Student: Ryan Forelli

Project: Real-Time Machine Learning in Scanning Probe

View: Research Poster (PDF)

Institution: Lehigh University

Major: Computer Engineering

Advisor: Joshua Agar


Increased development and utilization of multimodal scanning probe microscopy (SPM) and spectroscopy techniques have led to an orders-of-magnitude increase in the volume, velocity, and variety of collected data. Scientists traditionally rely on empirical models to make predictions on complex datasets; however, this is not possible in SPM due to the low-veracity and high-velocity of the data collected. Recently, there has been an increase in the application of machine and deep learning techniques that use batching and stochastic methods to regularize statistical models in order to execute functions or aid scientific discovery and interpretation of this data.

One method to accelerate machine learning inference is bringing the computational resources as close to the data acquisition source as possible, thus minimizing latencies associated with I/O and scheduling. Neural processing units generally used for this application typically have less memory, computational blocks, and flexibility than CPUs and GPUs. Here, we develop an implementation that uses cantilever resonances acquired in BEPS[1] to predict the simple harmonic oscillator (SHO) fit in real-time. To do this, we leverage the National Instruments PXI-platform to create a high-speed, peer-to-peer communication channel two FPGAs. Using a high-level synthesis tool called HLS4ML[2], we then deploy a pruned neural network on one FPGA to conduct real-time prediction of the SHO fit. Our latest benchmark of this system indicates a prediction latency on the order of nanoseconds. This work provides a foundation for deploying on-sensor neural networks using specialty hardware for real-time analysis and control of materials imaging systems.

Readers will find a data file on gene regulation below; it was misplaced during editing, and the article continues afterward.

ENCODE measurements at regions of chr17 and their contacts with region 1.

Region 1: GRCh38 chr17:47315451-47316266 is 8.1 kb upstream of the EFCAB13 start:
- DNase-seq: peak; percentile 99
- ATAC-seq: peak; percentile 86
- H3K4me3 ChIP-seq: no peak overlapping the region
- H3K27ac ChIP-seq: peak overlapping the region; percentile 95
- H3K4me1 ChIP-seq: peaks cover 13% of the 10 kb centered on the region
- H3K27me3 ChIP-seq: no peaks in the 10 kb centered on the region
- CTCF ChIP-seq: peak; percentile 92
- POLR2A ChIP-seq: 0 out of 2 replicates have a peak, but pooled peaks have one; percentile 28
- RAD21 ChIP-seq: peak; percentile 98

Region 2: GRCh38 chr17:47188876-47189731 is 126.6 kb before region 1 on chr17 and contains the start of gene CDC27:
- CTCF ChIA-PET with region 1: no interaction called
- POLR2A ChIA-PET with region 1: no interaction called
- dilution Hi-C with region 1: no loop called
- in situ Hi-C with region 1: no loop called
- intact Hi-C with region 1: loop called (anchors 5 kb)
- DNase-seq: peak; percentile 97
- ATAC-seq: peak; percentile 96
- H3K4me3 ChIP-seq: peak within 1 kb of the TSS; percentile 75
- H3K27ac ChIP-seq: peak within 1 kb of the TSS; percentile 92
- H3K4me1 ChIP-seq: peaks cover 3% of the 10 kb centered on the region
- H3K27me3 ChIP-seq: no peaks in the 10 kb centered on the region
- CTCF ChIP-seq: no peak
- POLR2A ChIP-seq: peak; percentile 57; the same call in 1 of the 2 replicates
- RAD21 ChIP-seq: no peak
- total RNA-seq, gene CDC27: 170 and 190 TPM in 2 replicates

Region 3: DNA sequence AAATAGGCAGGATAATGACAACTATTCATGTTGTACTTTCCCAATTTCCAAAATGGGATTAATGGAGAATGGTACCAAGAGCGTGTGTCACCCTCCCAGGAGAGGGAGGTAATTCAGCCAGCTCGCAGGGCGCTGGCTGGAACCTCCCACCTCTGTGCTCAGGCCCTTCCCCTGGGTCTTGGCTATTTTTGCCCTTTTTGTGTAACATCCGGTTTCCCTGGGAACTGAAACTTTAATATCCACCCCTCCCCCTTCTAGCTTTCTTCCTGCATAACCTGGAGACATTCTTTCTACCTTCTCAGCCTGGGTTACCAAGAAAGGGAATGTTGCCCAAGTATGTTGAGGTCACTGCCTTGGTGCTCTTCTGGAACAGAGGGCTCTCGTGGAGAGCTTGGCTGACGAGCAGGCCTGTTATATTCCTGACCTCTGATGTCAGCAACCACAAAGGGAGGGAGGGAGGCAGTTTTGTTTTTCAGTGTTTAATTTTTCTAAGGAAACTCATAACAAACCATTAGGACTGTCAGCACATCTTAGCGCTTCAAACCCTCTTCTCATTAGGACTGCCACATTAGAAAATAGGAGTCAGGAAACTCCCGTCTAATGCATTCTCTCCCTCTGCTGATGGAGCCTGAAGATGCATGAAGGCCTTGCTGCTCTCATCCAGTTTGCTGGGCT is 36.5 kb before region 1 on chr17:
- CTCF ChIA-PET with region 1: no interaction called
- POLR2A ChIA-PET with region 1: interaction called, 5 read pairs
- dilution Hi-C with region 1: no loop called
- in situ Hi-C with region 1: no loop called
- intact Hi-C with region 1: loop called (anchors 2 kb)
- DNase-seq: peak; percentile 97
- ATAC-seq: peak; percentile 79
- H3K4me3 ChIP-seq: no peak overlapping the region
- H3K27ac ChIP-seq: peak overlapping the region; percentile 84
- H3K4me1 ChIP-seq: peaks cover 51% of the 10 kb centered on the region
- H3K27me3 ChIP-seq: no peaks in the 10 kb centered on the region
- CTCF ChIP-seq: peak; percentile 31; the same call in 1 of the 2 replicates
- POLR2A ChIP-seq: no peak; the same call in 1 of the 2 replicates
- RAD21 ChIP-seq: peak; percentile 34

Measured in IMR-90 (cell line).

Borodinov, N., Neumayer, S., Kalinin, S. V., Ovchinnikova, O. S., Vasudevan, R. K. & Jesse, S. Deep neural networks for understanding noisy data applied to physical property extraction in scanning probe microscopy. npj Computational Materials 5, 25 (2019). doi:10.1038/s41524-019-0148-5

Duarte, J., Han, S., Harris, P., Jindariani, S., Kreinar, E., Kreis, B., Ngadiuba, J., Pierini, M., Rivera, R., Tran, N. & Wu, Z. Fast inference of deep neural networks in FPGAs for particle physics. J. Instrum. 13, P07027 (2018). doi:10.1088/1748-0221/13/07/P07027

Ryan Forelli

About Ryan Forelli

Ryan Forelli, a first-year student at Lehigh University, is majoring in Computer Engineering and minoring in Physics with interests in field-programmable gate array (FPGA) and embedded programming as well as machine learning. He is currently performing undergraduate research in the Multifunctional Materials and Machine Learning (M3 Learning) Group under Dr. Josh Agar. His current research focuses on the use of neural networks on FPGAs to accelerate materials science discovery by performing real-time inference on collected scanning probe microscopy data. In the past he has been an undergraduate researcher in the Data for Impact Summer Institute through the Creative Inquiry Mountaintop initiative, and is currently a member of the Lehigh Formula SAE electrical sub-team and the Lehigh University Student Scholars Institute. In his free time, he enjoys reading about new topics and technologies, playing racquetball, and model building. After graduation, he plans to pursue a PhD in Physics or Computer Engineering.